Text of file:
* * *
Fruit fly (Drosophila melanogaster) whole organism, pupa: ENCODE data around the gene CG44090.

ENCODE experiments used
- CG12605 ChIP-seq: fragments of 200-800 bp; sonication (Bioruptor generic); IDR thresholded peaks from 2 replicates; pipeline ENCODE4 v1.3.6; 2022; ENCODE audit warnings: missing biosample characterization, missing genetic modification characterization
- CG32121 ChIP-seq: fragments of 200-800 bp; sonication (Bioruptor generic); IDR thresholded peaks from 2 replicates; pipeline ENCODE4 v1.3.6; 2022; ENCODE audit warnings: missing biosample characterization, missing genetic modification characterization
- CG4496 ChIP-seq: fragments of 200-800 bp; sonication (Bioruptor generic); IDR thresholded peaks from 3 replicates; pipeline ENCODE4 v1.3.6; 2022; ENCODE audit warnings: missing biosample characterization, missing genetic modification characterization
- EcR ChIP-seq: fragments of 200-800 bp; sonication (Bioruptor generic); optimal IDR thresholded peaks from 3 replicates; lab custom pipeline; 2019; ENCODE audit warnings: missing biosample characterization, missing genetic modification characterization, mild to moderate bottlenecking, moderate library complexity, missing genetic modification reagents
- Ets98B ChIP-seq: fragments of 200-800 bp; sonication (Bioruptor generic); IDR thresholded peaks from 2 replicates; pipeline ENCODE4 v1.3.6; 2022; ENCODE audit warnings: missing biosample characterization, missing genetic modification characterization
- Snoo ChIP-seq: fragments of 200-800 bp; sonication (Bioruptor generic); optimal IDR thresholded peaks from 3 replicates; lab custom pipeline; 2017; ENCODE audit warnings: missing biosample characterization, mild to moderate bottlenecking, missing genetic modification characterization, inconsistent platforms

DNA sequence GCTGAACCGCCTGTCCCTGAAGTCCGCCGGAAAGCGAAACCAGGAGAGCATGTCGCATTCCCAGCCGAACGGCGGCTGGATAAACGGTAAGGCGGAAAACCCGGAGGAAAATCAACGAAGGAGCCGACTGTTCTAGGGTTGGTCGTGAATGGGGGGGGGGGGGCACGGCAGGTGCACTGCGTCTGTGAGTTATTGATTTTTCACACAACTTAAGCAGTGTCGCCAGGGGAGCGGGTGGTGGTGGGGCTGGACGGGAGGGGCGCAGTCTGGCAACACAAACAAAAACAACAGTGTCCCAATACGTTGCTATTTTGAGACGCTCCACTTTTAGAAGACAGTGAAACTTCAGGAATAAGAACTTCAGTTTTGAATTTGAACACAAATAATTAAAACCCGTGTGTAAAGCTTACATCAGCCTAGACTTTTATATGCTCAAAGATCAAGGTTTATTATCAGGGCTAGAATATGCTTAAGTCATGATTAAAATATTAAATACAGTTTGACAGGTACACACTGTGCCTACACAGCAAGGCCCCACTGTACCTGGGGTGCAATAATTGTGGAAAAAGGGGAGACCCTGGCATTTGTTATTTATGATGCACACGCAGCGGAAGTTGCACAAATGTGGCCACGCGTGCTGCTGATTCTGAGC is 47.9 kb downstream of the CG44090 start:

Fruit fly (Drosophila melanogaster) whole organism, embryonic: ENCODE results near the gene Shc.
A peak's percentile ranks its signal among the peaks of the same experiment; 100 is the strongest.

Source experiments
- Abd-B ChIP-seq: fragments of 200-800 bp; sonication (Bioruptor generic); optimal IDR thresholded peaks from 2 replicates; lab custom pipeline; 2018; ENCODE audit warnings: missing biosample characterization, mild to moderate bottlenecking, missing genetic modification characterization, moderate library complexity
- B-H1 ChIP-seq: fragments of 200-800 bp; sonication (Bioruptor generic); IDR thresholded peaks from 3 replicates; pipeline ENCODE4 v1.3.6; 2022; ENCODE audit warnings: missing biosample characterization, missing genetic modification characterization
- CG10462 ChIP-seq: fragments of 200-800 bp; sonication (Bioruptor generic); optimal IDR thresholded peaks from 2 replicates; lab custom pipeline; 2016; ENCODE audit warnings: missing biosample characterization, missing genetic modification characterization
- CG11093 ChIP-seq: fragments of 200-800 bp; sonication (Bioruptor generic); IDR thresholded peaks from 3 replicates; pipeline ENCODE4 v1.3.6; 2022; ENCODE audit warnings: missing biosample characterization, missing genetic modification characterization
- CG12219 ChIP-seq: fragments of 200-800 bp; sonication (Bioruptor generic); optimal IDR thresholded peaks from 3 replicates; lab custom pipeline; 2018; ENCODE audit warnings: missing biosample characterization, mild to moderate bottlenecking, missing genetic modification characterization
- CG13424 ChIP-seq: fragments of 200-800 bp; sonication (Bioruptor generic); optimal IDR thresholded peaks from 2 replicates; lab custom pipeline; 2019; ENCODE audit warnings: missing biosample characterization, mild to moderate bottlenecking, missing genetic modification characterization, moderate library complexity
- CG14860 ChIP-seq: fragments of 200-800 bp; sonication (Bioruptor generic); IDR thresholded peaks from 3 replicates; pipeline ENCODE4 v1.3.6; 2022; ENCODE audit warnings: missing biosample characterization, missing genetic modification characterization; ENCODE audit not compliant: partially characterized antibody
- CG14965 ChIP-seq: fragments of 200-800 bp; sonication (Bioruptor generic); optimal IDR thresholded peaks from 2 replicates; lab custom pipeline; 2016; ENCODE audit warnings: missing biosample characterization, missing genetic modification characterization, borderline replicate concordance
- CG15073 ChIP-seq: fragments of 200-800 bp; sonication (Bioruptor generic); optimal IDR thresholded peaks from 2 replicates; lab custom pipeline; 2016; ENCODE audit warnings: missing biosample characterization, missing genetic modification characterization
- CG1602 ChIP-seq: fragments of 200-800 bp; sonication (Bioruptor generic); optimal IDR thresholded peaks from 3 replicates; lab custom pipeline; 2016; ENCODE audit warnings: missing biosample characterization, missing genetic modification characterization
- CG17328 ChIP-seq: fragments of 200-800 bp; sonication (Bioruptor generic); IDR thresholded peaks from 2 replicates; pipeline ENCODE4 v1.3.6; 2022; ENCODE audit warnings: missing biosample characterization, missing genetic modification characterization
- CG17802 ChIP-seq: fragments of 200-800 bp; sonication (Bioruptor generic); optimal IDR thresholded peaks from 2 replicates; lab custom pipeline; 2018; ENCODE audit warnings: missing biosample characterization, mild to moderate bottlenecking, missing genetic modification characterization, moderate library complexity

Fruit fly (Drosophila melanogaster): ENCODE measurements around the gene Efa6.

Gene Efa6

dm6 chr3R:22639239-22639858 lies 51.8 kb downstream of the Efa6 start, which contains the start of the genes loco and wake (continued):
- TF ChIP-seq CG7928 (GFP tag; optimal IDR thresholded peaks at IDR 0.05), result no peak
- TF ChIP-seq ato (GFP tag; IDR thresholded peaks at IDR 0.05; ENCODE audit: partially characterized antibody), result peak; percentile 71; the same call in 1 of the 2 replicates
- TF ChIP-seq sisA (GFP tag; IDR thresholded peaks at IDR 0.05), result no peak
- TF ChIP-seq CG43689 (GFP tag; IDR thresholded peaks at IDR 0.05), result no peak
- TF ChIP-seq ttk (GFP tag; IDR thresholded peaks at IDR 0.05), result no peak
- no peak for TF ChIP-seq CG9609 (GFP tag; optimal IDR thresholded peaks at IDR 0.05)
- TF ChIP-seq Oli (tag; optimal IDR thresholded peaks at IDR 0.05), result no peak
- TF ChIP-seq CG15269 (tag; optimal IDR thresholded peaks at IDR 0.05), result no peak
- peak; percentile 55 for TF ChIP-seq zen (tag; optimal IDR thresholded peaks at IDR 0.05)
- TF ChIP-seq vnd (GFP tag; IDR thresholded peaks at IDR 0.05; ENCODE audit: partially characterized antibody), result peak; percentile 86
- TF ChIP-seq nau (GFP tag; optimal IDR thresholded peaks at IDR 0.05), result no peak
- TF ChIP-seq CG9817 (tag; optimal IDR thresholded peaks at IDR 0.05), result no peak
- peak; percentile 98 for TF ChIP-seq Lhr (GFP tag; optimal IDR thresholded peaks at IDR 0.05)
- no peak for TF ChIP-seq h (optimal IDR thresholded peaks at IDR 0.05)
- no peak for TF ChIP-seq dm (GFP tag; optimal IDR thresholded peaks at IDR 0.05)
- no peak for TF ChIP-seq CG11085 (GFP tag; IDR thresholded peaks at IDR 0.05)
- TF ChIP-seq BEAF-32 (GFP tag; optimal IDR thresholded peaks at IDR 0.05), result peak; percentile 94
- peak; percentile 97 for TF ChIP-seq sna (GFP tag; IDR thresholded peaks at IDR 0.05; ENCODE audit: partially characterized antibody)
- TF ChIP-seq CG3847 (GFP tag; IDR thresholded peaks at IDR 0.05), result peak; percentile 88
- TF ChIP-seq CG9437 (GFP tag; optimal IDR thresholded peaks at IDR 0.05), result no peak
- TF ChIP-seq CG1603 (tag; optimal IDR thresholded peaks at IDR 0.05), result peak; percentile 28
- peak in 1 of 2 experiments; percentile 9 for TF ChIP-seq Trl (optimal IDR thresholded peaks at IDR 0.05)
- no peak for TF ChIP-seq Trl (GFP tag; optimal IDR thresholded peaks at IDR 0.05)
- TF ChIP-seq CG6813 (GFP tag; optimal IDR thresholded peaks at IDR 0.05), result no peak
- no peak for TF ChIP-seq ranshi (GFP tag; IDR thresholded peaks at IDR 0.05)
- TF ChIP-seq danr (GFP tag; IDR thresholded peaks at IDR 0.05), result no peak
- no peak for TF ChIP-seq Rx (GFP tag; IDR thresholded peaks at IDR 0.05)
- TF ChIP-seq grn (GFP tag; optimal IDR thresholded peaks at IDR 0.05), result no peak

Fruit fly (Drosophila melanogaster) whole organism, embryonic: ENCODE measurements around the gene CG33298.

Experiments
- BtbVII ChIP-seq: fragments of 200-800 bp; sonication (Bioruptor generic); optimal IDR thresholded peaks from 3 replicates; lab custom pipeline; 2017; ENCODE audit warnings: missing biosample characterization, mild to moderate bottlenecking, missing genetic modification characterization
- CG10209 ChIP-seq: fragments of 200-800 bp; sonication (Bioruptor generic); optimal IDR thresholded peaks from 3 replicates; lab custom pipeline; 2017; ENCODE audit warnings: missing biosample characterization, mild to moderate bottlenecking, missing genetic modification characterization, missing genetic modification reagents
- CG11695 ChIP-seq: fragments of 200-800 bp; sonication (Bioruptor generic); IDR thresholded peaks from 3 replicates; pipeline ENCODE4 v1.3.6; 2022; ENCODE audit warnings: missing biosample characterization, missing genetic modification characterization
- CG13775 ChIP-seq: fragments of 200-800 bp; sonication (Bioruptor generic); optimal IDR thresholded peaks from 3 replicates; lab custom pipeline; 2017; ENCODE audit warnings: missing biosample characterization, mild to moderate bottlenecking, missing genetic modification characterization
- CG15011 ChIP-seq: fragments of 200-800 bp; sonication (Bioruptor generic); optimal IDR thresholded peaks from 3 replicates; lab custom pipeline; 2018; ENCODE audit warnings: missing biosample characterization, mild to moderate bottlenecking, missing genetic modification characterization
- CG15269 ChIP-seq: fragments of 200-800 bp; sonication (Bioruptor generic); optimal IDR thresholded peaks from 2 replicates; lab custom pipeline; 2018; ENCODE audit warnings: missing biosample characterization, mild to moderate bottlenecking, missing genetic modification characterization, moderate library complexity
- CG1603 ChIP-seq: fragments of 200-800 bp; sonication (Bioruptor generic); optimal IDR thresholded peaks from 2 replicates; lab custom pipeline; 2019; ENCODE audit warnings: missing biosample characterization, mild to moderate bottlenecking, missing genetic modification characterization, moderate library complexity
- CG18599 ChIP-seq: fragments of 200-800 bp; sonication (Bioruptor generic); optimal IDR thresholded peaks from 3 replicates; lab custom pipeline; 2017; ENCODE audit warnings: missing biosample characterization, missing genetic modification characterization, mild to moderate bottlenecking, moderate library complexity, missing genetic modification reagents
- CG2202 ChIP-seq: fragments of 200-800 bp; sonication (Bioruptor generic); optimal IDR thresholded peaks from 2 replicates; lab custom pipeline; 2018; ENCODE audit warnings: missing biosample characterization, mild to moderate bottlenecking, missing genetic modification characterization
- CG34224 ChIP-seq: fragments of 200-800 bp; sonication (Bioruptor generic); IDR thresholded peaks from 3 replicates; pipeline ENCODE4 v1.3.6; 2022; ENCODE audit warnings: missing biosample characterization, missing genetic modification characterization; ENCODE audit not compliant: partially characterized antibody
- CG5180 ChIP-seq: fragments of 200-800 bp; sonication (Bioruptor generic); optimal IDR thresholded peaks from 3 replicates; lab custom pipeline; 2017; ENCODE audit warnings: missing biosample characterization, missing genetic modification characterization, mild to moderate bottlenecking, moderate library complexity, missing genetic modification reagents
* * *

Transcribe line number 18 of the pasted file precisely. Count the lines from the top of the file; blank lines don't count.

- CG13424 ChIP-seq: fragments of 200-800 bp; sonication (Bioruptor generic); optimal IDR thresholded peaks from 2 replicates; lab custom pipeline; 2019; ENCODE audit warnings: missing biosample characterization, mild to moderate bottlenecking, missing genetic modification characterization, moderate library complexity